HOW THE NEW PROPERTY ACT AFFECTS AGENTS & CONSUMERS
From 01 February 2022, the new Property Practitioners Act officially comes into effect. While this should not affect consumers too drastically, there are a few items of which to be aware before conducting any real estate transactions. Real estate agents will also need to pay close attention to this new act as it will have an impact on how they operate.
“There is a lot in this act that just formalizes best practices. This is a positive thing as it should enforce higher standards from the property sector as a whole,” states Adrian Goslett, Regional Director and CEO of RE/MAX of Southern Africa.
Changes for consumers
• Property Defects Disclosure Document
It is now compulsory to include a comprehensive property defects disclosure document completed by the landlord or the seller. A mandate cannot be accepted without receipt of the disclosure document. This document must be signed by all parties and attached to the sale or lease agreement.
• New Regulatory Body
The Estate Agency Affairs Board will be replaced by the Property Practitioners Regulatory Authority (“PPRA”). According to the Property Practitioners Act, any person who feels aggrieved by any act or omission of a property practitioner may lodge a complaint with the new Authority. The process works much the same as before. The complaint needs to be in writing and must contain the name and address of the complainant and of the respondent, as well as the details of the issue at hand, and needs to be signed by the complainant. Upon receiving the complaint, the Authority may investigate the matter further and proceed to act if it has reason to believe that the conduct of a property practitioner may constitute conduct deserving of sanction. Disputes may be attempted to be resolved through professional mediation at the discretion of the Authority. Complaints can be filed through the Authority’s web portal or “otherwise sent by post or delivered by hand to the following address of the Authority:
Property Practitioners Regulatory Authority
63 Wierda Road East (Cnr Johan)
Sandton Johannesburg 2196
Changes for real estate agents
Any business earning a commission or brokerage from the sale or lease of a property must hold a valid Fidelity Fund Certificate (FFC), tax clearance and BBE certificates as well.
• Trust Accounts
Only property practitioners who are actually handling trust monies are required to have a Trust Account.
Candidate property practitioners (formerly known as “interns”) can write their Professional Designation Examination (PDE) before joining an agency. Businesses are now also allowed to develop and run their own CPD training for a dramatically reduced CPD fee, on condition that the PPRA has approved the course content.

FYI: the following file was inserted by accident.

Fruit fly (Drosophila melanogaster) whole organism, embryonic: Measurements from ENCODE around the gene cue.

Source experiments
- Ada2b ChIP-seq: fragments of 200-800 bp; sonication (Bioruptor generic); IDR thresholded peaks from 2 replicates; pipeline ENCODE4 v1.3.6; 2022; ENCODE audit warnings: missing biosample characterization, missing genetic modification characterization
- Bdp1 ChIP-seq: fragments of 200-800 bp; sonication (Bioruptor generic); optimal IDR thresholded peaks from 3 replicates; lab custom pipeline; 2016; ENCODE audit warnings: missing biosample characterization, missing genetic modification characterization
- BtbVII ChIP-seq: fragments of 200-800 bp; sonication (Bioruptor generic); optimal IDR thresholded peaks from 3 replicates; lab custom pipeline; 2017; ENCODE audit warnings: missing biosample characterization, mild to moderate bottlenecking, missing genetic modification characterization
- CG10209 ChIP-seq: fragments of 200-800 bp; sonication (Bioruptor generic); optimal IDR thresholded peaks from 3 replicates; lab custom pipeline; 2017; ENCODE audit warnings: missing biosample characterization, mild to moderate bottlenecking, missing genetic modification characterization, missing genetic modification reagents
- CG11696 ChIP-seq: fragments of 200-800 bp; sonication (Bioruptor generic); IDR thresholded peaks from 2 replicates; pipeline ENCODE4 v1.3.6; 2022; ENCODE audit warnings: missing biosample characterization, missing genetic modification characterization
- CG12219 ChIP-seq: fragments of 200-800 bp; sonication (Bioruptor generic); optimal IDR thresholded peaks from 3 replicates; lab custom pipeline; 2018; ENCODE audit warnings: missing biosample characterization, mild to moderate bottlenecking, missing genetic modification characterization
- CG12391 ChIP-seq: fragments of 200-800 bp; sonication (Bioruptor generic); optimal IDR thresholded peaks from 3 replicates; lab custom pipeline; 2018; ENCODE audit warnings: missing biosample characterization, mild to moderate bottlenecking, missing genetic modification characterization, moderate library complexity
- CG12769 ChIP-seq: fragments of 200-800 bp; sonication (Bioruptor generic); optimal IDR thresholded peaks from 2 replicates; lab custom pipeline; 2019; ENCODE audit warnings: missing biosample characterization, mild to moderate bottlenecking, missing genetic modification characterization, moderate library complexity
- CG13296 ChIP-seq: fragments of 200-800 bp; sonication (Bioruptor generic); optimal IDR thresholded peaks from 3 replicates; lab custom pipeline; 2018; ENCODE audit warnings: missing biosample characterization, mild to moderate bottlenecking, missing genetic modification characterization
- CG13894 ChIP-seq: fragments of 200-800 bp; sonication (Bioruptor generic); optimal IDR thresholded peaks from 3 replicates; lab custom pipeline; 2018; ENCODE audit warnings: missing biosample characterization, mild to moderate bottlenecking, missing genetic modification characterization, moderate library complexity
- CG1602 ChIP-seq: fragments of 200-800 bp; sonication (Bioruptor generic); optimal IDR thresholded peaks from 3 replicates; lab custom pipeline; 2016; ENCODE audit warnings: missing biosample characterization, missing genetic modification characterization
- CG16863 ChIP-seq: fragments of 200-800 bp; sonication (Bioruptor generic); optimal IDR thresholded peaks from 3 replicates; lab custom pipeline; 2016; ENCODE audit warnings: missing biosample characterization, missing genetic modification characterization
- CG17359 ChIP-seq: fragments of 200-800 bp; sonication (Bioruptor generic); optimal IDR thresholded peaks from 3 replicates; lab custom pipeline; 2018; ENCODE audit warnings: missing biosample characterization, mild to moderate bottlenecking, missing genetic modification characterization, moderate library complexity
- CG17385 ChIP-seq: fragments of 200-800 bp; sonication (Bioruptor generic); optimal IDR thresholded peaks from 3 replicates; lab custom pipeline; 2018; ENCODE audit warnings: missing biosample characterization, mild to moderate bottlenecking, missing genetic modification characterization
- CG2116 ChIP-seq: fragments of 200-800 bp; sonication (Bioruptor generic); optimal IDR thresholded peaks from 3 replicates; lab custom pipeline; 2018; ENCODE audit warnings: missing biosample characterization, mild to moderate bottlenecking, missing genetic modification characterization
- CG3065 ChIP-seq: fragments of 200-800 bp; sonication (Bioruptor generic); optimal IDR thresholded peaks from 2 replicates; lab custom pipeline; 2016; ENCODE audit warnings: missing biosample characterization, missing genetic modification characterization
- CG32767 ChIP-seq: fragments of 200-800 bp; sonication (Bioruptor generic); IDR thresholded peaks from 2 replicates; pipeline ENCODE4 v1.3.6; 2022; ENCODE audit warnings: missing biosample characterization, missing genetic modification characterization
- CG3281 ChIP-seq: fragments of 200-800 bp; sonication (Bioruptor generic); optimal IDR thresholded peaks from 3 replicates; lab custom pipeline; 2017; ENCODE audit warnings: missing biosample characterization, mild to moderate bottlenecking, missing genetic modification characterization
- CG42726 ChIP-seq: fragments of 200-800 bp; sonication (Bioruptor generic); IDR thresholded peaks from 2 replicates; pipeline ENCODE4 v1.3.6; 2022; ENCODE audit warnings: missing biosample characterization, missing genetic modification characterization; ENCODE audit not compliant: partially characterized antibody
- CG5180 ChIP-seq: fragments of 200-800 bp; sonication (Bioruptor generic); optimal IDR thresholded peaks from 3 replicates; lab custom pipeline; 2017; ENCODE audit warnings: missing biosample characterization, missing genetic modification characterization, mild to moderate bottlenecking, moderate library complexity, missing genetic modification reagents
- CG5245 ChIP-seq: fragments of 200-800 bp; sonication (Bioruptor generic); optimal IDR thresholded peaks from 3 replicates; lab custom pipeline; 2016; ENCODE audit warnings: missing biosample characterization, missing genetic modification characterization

• Property Sector Transformation Fund
The Transformation Fund will be run by an independent body appointed by the PPRA to promote transformation within the Property Sector.
Property Practitioners are not entitled to any remuneration or other payment in respect of or arising from the performance of any property purchase transaction prior to the transfer of the property and registration in the name of the purchaser. In the event of a cancelled sale, the property practitioner is only entitled after all suspensive conditions have been met.
• FFC Display
It is mandatory to display the Fidelity Fund Certificate (“FFC”) in every office where business is conducted to enable consumers to easily inspect it. The FFC number must be included in any agreement relating to property transactions, including a clause guaranteeing the validity of the certificate. The FFC number must also be included on letterheads and marketing material.
• Security Estates and Developers
Security estates and other developments may no longer charge “Accreditation Fees” in return for exclusive rights to property transactions within a development. Sellers and landlords within estates will no longer be limited to their development’s approved agents. Developers will also no longer be able to sell their own properties without registering as a property practitioner, providing more opportunities for real estate agencies to provide this service.
The above serves as a summary of the main changes this new act introduces. To learn more about what is covered by the Property Practitioners Act, download a free copy of it by visiting the government website.